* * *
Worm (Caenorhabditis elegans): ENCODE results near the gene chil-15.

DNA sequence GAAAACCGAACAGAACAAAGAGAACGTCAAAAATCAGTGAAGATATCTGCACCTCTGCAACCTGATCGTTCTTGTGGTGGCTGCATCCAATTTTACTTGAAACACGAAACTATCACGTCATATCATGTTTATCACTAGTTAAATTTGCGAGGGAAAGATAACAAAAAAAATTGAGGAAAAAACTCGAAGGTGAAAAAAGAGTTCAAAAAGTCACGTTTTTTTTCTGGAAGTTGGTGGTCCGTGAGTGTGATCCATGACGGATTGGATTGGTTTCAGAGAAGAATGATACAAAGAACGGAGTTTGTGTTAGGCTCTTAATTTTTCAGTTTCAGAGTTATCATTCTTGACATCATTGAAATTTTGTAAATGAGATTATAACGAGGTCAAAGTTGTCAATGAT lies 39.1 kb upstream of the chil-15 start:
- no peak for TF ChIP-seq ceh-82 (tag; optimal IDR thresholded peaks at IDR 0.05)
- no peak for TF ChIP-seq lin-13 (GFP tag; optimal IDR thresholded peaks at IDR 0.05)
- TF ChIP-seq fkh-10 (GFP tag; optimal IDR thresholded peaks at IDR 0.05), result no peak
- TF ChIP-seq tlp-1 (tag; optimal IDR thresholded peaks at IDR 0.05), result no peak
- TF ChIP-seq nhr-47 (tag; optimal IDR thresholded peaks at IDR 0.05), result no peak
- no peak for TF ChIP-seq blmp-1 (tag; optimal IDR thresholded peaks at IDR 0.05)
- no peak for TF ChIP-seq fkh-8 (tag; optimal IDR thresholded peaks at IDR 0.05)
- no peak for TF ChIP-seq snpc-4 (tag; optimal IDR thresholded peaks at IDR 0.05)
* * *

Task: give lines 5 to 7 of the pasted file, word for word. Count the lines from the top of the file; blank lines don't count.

- TF ChIP-seq fkh-10 (GFP tag; optimal IDR thresholded peaks at IDR 0.05), result no peak
- TF ChIP-seq tlp-1 (tag; optimal IDR thresholded peaks at IDR 0.05), result no peak
- TF ChIP-seq nhr-47 (tag; optimal IDR thresholded peaks at IDR 0.05), result no peak